The Spun Bearing: 500cc Combustion Chamber, Wave Disc Generator, and Leather vs Cloth
The 500cc Combustion Chamber
BMW is migrating towards a common combustion chamber for its upcoming 3, 4, and 6 cylinder engines. BMWBLOG covered Innovation Day last year and reported on this engine architecture in April of 2011.
One of the prime benefits of going to a common combustion chamber (and valvetrain) is that the physical properties of the fuel burn are the same from engine to engine (for gas and again for diesel). With the advent of direct injection, variable valve timing, and Valvetronic –variable valve lift, the control of the combustion process is more complicated (and the combustion process itself is much more efficient) than a few decades ago.
Unfortunately the whole process of burning fuel in an engine currently is controlled by lines and lines of code in the Engine Control Unit (ECU). And squeezing every last gram of efficiency out of a quantity of fuel by tweaking code requires a lot more engineering effort than fiddling with carburetor jets. And it’s the promise of reducing engineering effort across a line of engines that is a big benefit of going to a common combustion chamber.
One of the most precious commodities at BMW is engineering. This isn’t a huge car company that can devout engineers to small projects with minimal return on investment. So going to a common combustion chamber makes sense for them.
Of course if the code is wrong and sneaks into production, it will affect a lot of engines. But counter-balancing that is the fact that there is only one chamber that has to be developed, and any gains in one are gains in all.
Left out of the equation at the Innovation Day discussion was whether the V8 and V12 engines would go to the common combustion chamber. That would mean a new generation of V8s and V12s would be developed. BMW did say, when asked, that the V8 and V12 would still be built, but there was no mention as to whether or not new versions would be developed.
Left unsaid about optimizing the engineering effort is what are they freeing up engineering resources to do. I think we know that a lot of engineering effort is being made on providing e-mobility. And that may be the biggest benefit, from BMW’s perspective, of the common combustion chamber.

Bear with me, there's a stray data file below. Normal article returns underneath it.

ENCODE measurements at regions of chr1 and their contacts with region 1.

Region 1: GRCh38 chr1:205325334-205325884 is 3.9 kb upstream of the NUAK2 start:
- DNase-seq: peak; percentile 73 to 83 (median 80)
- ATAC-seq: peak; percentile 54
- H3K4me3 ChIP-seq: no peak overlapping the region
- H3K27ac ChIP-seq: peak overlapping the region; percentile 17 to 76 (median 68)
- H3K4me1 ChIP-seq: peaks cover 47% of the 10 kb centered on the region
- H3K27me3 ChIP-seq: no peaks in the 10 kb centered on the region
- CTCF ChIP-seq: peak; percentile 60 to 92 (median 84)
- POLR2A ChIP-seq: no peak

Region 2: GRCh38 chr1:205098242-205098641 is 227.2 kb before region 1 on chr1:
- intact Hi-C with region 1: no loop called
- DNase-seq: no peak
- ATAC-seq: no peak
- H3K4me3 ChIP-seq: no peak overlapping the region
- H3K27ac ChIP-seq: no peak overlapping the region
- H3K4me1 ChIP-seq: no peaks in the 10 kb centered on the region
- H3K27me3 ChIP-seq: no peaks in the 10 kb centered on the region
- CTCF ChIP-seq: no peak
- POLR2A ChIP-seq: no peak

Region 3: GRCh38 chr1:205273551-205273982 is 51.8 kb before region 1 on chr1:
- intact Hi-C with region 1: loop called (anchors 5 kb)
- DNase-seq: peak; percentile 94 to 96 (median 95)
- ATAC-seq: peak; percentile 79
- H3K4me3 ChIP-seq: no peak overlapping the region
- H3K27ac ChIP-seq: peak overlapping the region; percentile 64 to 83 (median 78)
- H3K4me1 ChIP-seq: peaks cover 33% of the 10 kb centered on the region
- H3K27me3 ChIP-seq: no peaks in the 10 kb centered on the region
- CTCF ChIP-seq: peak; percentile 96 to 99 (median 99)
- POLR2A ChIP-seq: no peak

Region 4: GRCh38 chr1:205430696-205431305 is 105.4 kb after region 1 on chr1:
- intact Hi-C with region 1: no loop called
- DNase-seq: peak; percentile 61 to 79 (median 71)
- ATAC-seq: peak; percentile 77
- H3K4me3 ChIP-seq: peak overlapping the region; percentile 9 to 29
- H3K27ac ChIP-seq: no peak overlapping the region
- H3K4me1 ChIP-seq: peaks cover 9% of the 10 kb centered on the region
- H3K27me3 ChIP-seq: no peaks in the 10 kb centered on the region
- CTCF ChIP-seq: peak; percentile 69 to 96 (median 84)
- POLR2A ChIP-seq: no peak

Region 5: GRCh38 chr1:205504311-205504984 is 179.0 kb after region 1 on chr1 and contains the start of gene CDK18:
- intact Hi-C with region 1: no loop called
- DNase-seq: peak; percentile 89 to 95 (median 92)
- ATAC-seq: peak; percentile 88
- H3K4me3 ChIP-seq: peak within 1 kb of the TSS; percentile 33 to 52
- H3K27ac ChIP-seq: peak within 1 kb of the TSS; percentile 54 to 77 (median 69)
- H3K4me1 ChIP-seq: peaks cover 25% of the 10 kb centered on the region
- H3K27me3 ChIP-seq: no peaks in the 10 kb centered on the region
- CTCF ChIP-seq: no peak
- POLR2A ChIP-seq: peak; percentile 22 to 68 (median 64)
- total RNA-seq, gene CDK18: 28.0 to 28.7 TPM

Wave Disc Generator
The current best IC gasoline engines are about 25% efficient. That means for every four liters of fuel consumed, one actually is converted to work, while the other three go to creating heat. And we may have reached the peak (or are near the peak) of development for piston engines.
Every once and awhile an inventor will come up with some scheme that promises to repeal the laws of physics, ala the 200 MPG carburetor. Most schemes for burning fuel in a combustion chamber have been tried already (with varying degrees of success, see Sterling orbital engines, or Wankel rotary engines). But with improvements in electronics and metallurgy, some designs that are decades old are being revived.
One interesting piece of technology is the wave disc generator. It uses shock waves to create combustion in an air/fuel mixture. The pulse jet was the first analogy that popped into mind. The pulse jet was used in German V1 ‘rockets’ in World War II and by Lennox in furnaces in the 1990s. The pulse jet made an incredibly efficient furnace (and an interesting flying machine – as long as you weren’t on the receiving end), but it was thrust and heat – no mechanical motion.
The wave disc generator utilizes a series of waveform chambers in a spinning disc. It is claimed to be 60% efficient which beats a piston engine by a factor of 2.4. The problem is, how much torque can it produce (think rotary) and how big does it have to be before it becomes
useful. If it can produce power in a small package, the range extenders for plug-in hybrids may be in for an upgrade.
Leather vs Cloth
Sometime in the last half a century in the US, leather replaced cloth as the premium material for seats in the interiors of cars. It used to be that leather was allocated to the driver and footman, who sat at the front of the conveyance, usually exposed to the elements, while the passengers sat in brocaded cloth upholstery in the enclosed compartment separated from the hoi polloi.
But then, sometime in the 1960s or 1970s, leather became synonymous with luxury. I’m still not sure how that happened. I suspect it may have something to do with vinyl being the ubiquitous seat covering for cars in the 1950s on. (And there were some pretty hideous implementations of vinyl – including metallic gold, turquoise, and olive green.) But that’s just a guess.
Cloth doesn’t have the same stigma in other markets that it does in the US. And quite frankly I’d rather have the comfort of a premium cloth than the discomfort of a premium leather. So it’s time for a poll: Given
a choice would you select cloth or leather – if the price was the same. And, if you have any guesses as to why leather replaced cloth as a premium seating surface please share them in the comments.